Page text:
- Beautifully presented
- Uncomprisingly hard
- Sublime soundtrack
- Less variation
- Uncomprimisingly hard
- No shock of the new
- Review Price: £10.99
Available on PS4, PS Vita, PS3, GNU/Linux, Microsoft Windows, Mac OS
Hotline Miami 2: Wrong Number is going to get stick. Critics aren’t going to slate it because it’s violent; that’s part and parcel for this series. They aren’t going to cane it because it’s not fun to play – because the opposite is actually true. They aren’t even going to give it a kicking because it has a rather nasty opening scene in which it appears a female character is about to get raped, and even though she doesn’t, you have to wonder in the wider context of the game’s David Lynchian plot whether such a horrible scene was either necessary or warranted.
No, the reason Hotline Miami 2: Wrong Number is going to get stick, or at the very least, a lower score than its predecessor is because it’s not its predecessor. When the original Hotline Miami was released back in 2012 it was lightning in a bottle. Here was an indie game that hearkened back to an old school coin-op aesthetic that roped in retro crushes and music trends, offered no quarter in the difficulty department and stood out like a beacon in the mist against the homogeneous offerings being poured off the gaming establishment’s big-business-model conveyor belts. It was the smartest, savviest punk game released in 2013.
It was kind of reminiscent of the original Portal. You remember Portal? The game Valve released that caused the gaming world to flip out, print T-shirts and sidle up to one another and intone, “The Cake Is A Lie”? And then they brought out a perfectly brilliant sequel that surpassed the original in a lot of ways, but, because the basic premise was the same and it didn’t have the shock of the new, critics and players alike were of the opinion it wasn’t anywhere near as good as the original Portal?
Yeah. So, Hotline Miami 2, right? Not the original. Funny thing is, even the developers can see the comparatively lukewarm reception coming. This may be why they created a series of characters in the game that are meant to mirror the sort of player and critic who is bitching about the fact that Hotline Miami 2 ddoesn’t feel as fresh as the game that came before it.
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In fairness, Hotline Miami 2 is not lightning in a bottle, but it is a very good sequel to a very good game. Many of its predecessors strengths and weaknesses have been carried over to it. It’s still the same spring-loaded deathtrap with moving parts the original was. Players need to guide a murderous ne’er-do-well through a series of levels where some enemies are moving on set patterns and others are free-roaming. They have a series of masks that give their protagonists certain powers – lethal throws, dodge rolls and more. They’ll once again be faced with endless frustration since death can come swiftly depending on whether they mistime a move or forget to scout the corridors ahead.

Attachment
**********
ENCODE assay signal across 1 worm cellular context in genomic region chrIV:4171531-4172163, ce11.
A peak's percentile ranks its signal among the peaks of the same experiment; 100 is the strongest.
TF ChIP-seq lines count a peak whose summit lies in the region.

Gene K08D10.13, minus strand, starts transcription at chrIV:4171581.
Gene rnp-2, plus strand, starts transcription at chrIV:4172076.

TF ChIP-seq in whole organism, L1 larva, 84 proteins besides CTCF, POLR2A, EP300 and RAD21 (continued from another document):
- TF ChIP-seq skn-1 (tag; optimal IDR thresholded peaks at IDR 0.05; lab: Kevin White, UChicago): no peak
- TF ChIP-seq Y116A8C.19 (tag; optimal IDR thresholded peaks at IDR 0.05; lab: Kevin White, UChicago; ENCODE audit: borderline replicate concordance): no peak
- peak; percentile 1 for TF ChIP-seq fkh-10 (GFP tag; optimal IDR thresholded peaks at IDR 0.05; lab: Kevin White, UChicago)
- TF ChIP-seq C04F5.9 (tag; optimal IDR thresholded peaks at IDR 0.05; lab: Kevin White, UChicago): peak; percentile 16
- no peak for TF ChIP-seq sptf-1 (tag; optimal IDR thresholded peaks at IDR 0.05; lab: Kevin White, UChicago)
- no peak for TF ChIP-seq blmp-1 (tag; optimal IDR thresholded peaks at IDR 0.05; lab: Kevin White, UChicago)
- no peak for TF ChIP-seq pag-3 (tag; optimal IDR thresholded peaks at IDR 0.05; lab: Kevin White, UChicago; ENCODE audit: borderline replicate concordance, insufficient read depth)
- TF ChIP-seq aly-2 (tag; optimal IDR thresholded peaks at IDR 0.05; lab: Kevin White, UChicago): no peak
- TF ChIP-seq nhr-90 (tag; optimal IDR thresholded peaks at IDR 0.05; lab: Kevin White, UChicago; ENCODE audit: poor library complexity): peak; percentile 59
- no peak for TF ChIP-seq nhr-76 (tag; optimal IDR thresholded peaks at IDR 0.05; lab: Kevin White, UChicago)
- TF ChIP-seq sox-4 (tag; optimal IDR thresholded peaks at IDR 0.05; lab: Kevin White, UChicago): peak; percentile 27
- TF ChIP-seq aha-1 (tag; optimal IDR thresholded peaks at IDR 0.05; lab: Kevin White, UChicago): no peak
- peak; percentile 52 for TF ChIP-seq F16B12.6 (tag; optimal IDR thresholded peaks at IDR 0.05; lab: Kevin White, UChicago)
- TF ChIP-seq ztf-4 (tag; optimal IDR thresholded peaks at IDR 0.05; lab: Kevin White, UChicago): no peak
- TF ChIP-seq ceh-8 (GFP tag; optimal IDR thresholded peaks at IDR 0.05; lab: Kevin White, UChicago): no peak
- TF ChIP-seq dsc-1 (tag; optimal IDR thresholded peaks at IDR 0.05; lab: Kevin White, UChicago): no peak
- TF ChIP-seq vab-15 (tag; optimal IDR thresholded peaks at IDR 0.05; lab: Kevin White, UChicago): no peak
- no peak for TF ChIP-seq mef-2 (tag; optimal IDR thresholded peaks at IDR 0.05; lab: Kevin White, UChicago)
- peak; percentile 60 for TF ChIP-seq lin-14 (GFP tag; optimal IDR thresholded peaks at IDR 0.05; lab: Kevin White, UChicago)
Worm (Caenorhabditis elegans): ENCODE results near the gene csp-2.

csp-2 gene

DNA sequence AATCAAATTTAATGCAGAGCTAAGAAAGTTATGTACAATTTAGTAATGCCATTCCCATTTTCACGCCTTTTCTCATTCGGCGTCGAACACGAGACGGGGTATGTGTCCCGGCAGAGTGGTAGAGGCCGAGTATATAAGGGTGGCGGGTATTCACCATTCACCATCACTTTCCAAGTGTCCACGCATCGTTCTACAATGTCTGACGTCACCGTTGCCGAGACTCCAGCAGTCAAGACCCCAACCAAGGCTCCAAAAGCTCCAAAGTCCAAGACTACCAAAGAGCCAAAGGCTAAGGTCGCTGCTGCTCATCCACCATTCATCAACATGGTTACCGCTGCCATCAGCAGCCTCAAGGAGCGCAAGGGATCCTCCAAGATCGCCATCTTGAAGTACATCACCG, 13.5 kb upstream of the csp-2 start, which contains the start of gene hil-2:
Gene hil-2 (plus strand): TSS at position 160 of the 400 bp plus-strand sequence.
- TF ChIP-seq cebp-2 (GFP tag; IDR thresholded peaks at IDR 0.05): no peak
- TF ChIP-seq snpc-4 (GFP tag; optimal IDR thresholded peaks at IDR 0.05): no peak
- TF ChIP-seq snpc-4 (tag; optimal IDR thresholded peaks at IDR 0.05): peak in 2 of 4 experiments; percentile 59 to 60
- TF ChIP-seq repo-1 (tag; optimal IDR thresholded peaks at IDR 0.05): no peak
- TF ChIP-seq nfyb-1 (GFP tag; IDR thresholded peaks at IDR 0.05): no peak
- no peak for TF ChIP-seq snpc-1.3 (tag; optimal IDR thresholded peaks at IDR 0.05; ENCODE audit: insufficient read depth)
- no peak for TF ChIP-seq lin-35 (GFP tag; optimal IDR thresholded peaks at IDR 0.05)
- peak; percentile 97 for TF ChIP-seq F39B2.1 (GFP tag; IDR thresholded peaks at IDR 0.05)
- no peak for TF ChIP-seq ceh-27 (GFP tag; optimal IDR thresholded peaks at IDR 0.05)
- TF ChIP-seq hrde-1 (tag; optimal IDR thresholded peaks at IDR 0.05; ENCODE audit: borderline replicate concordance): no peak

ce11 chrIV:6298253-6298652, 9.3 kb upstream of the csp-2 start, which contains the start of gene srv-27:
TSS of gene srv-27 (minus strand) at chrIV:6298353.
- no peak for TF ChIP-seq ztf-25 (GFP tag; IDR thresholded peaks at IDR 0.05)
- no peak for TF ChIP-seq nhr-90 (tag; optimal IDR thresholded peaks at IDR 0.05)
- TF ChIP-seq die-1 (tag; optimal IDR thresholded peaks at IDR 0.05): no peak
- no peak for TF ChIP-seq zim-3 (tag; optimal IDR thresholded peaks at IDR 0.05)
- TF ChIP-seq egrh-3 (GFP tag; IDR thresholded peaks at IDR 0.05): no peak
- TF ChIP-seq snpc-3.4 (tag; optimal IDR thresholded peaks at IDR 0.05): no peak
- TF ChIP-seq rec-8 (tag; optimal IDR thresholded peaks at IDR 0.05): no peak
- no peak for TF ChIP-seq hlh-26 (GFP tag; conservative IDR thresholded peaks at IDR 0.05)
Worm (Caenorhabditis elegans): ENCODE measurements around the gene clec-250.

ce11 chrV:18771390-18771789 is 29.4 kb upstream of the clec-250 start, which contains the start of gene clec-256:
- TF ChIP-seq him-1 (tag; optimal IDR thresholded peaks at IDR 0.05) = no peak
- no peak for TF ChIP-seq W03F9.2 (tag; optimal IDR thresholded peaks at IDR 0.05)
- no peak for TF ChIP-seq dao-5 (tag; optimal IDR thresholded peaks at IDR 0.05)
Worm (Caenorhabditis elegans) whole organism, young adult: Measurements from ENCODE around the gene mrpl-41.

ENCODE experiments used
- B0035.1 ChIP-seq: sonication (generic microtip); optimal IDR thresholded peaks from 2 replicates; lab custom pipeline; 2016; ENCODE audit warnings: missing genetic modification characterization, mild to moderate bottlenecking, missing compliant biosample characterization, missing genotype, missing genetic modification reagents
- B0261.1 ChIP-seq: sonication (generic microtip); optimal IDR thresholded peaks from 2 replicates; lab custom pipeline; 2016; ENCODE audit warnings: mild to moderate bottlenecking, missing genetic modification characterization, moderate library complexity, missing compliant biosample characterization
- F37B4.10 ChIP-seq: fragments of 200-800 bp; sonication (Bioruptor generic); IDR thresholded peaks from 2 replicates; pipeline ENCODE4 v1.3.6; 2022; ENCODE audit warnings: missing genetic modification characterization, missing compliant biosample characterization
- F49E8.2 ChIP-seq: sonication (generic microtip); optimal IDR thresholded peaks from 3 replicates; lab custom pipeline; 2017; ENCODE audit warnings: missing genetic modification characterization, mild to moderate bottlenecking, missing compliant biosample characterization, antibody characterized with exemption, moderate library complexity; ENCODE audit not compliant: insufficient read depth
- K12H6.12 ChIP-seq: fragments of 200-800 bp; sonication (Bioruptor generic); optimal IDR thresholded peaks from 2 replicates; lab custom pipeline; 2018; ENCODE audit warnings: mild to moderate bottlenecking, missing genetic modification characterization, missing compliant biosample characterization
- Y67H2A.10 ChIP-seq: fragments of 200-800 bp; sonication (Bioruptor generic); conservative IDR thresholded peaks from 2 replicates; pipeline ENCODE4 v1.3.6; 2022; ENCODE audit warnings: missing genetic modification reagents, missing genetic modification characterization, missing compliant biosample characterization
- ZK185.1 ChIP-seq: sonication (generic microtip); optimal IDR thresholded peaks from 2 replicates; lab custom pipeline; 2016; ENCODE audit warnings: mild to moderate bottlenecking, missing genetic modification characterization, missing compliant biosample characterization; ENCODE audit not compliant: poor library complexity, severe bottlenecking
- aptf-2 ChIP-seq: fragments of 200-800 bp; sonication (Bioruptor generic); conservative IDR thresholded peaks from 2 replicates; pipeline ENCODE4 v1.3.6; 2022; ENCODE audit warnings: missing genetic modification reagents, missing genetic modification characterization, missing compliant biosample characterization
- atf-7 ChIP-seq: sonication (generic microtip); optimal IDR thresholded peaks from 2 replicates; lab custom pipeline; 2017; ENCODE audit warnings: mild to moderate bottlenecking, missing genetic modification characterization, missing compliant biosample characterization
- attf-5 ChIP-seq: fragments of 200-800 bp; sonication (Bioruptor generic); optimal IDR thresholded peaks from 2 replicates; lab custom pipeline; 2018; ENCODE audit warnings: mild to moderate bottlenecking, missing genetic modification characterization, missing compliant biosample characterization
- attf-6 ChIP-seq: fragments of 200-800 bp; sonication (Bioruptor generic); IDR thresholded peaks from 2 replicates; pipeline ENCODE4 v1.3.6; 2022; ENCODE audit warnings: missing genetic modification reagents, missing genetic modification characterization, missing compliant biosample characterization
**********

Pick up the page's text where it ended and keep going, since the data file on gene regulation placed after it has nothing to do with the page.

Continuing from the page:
Sometimes Hotline Miami 2: The Wrong Number feels positively unfair; a series of well-timed – and in some cases, painstakingly researched – attacks can still end in failure just because the level design has decided on a change-up. Checkpoints aren’t completely merciless, but they are rat-bastard brutal. This means when you finally beat a level, the most heaven-sent sense of release is almost a natural by-product. That, and a colossal sense of achievement – even though you know deep down, your victory had as much to do with luck as it did to do with your own skill and sense of timing.
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The plot throws players a few curveballs, although story was never Hotline Miami’s strongest aspect. The sequel borrows the overall atmosphere of the first game for its narrative; characters spit disjointed spurts of dialogue at each other and a lot of the time, the player may feel like they’re listening in on a drug-fuelled haze than integral parts of a story they need to pay attention to. Hotline Miami 2’s narrative is jumbled up and shattered. The plot zips back and forth across timelines and occasionally the narrative of certain characters intersects, although the plot never feels hefty enough to pay any real attention to.
What it does do, is divide the player’s time between a pretty large cast of characters, all of whom wear masks that confer abilities, but there isn’t the option to mix things up once the entire game has been unlocked. Hotline Miami allowed players to revisit levels with its protagonist, Jacket, and allowed them to pick different masks that made their approach to each level seem fresh once again – it wasn’t a huge departure, but the edge they took into the level differed. In Hotline Miami 2, players just don’t have the same amount of choice – and thus, replayability.
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At least, in terms of basic mechanics, but one of Hotline Miami 2’s strengths is the fact that its sick, pastel-shaded world warrants repeat visits, if only to soak yourself in it again. For all that it’s a top-down minimalist presentation, Hotline Miami 2 feels rich and twisted; it’s like Jason Voorhees wandered into an episode of Starsky and Hutch by mistake. Oh, and the quality of its soundtrack surpasses that of the original completely. Here’s hoping it pitches up on iTunes in short order.
So is it worth playing? Definitely. Will it shock and awe players? Only those who are coming to this series for the first time. It’s more of the same, but that’s no bad thing, and if you’re a returning player to this franchise, prepare to be frustrated, enraged and enthralled all over again.